Vesting Law and Legal Definition
Vesting is an Employee Retirement Income Security Act (ERISA) guideline stipulating that employees must be entitled to their benefits from a pension fund, profit-sharing plan or Employee Stock Ownership Plan, within a certain period of time, even if they no longer work for their employer. Vesting refers to an absolute right, as opposed to a mere expectation.
The retirement plan summary should explain about the plan's vesting schedule. In general, money you contribute to the plan (for example, through a 401(k) plan) is vested immediately. If you leave employment you will be able to receive your money back, or "roll" it into an IRA or, perhaps into your new employer's 401(k) plan. Money contributed by your employer will become "vested" after you have worked for your employer for a specified period of time. This time period varies and is governed by each employer's policies or collective bargaining agreement. Some plans provide for no vesting until after a set period of time after which you will be 100% vested. Other plans provide for partial vesting on a graduated basis, so that a higher percentage is vested based on longer periods of service.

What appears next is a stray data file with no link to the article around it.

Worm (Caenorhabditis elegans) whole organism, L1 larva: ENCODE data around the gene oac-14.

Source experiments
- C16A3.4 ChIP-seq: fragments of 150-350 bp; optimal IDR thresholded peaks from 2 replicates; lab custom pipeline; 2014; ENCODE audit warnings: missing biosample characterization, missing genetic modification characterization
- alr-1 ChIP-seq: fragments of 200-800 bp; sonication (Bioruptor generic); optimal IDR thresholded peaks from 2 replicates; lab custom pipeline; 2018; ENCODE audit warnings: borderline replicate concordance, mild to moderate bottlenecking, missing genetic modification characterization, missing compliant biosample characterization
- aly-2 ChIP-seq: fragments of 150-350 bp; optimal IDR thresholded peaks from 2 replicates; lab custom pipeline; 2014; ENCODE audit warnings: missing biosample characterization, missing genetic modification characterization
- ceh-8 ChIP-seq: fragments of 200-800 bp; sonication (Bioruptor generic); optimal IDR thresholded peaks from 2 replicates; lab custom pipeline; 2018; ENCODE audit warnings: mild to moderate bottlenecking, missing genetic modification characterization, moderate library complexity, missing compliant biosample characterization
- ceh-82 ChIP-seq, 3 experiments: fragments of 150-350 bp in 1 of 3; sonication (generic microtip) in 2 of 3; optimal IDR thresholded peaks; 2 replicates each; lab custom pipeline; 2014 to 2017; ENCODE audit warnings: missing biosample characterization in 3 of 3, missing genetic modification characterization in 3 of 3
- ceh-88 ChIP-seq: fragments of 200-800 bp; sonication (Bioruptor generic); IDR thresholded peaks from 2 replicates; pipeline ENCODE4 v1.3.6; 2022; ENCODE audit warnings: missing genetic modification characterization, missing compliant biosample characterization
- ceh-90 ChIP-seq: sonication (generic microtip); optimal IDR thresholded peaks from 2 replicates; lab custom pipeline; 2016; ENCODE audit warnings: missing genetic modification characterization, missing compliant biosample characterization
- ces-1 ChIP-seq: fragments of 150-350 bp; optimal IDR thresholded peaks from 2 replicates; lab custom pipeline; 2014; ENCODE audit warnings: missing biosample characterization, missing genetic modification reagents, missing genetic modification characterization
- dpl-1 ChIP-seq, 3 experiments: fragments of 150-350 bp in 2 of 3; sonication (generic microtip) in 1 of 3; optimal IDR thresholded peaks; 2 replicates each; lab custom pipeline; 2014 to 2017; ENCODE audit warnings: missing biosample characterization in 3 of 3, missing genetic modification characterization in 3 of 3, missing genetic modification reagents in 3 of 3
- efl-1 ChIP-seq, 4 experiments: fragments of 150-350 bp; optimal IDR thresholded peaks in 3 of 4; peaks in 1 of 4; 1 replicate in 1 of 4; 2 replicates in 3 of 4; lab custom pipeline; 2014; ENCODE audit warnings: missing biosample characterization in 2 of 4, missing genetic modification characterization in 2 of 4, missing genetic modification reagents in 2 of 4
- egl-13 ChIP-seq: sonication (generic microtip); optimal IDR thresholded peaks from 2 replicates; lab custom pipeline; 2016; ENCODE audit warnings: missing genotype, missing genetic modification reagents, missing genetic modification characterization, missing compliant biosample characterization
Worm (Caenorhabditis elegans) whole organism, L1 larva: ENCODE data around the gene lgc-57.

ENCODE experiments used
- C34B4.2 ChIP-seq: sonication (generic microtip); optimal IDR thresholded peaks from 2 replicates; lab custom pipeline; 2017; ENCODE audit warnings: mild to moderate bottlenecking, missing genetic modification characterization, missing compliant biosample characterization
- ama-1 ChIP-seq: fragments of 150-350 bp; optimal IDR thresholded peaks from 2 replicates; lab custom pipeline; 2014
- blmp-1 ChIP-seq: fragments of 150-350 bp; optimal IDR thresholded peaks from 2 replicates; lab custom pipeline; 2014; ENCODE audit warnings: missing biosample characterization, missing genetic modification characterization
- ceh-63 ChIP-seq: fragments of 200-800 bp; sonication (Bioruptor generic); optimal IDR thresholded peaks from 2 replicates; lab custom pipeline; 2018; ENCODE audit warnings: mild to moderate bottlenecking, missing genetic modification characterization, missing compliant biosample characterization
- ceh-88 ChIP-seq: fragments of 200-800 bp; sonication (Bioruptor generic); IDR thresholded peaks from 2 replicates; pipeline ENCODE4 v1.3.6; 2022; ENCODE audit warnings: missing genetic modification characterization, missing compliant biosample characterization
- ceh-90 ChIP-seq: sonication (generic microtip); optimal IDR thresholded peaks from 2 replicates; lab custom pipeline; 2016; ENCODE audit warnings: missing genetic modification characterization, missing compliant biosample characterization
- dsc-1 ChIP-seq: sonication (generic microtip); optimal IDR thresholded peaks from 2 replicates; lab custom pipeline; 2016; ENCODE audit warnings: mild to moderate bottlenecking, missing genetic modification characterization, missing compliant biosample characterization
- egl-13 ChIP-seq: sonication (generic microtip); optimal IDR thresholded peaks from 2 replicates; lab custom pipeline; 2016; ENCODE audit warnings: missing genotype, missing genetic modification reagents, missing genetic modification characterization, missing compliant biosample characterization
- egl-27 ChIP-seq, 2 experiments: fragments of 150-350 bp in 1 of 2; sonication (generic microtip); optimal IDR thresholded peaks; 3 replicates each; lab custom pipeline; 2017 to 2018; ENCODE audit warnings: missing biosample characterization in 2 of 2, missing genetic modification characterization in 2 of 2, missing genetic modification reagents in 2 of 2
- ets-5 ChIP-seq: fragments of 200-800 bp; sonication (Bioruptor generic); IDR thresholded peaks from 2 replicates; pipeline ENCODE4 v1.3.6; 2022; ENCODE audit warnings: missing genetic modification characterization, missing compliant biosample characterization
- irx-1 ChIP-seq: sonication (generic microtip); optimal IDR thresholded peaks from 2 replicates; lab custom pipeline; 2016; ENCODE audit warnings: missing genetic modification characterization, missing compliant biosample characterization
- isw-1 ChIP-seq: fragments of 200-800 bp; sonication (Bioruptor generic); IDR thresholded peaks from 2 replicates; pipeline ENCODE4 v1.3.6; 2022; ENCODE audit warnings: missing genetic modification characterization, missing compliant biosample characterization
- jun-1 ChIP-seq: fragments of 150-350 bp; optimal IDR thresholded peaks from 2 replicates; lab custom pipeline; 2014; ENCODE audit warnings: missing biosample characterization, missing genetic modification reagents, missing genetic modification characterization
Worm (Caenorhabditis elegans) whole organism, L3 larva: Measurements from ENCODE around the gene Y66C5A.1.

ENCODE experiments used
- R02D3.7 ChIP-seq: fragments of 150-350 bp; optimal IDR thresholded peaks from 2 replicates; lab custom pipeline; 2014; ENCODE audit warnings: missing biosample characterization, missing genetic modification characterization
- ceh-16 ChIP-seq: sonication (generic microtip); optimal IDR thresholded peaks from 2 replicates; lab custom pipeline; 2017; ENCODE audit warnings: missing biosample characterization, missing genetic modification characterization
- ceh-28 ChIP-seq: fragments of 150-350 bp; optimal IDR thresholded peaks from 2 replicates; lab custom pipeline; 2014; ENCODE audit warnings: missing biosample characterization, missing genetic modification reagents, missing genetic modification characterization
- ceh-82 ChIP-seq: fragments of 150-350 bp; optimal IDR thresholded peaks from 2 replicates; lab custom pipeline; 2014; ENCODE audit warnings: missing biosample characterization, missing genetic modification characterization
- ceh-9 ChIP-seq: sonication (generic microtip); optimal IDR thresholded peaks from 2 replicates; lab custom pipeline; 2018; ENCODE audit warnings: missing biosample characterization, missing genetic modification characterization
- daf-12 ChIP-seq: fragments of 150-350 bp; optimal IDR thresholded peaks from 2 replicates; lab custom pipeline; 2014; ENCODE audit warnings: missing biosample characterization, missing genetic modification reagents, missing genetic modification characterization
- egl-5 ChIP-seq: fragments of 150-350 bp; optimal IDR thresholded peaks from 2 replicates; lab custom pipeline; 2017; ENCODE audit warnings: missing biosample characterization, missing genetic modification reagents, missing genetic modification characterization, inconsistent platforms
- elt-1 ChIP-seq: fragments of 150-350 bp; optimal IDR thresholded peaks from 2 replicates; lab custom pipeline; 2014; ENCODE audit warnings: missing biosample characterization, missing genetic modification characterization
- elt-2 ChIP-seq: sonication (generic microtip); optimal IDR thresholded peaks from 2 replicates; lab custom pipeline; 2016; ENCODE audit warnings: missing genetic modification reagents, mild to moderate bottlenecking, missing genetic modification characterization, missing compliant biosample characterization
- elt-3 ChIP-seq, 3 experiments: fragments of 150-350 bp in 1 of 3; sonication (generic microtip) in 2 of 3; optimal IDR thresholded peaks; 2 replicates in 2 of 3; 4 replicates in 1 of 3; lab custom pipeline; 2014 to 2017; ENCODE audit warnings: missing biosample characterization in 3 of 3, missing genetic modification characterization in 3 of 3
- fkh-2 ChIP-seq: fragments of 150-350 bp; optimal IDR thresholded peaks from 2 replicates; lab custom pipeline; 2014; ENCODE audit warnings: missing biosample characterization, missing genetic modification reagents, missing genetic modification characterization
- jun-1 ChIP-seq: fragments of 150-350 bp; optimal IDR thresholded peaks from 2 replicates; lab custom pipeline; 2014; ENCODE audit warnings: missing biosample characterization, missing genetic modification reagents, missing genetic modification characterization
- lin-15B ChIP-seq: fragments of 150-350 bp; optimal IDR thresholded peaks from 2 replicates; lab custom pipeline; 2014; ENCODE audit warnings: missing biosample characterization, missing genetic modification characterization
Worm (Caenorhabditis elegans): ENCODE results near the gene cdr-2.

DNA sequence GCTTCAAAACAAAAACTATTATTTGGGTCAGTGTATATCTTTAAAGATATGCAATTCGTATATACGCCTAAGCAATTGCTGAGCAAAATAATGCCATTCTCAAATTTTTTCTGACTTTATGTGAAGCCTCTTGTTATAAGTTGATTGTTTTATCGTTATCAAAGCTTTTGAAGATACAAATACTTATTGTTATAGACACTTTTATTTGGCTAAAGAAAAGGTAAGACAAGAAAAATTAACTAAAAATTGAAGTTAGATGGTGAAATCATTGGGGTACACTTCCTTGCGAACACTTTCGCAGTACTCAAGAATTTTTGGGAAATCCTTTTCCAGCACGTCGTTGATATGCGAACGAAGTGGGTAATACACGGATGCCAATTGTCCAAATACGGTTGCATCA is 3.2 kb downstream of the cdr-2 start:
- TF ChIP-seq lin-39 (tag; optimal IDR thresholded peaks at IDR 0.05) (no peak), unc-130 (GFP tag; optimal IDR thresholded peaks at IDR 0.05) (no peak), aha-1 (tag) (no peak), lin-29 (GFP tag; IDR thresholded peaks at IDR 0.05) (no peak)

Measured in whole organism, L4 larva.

In the context of intellectual property, the issue of vesting often arises with works created by independent contractors. The agreements with these independent contractors should have proper intellectual property vesting language – such as work made for hire language or an assignment provision, to protect intellectual property rights.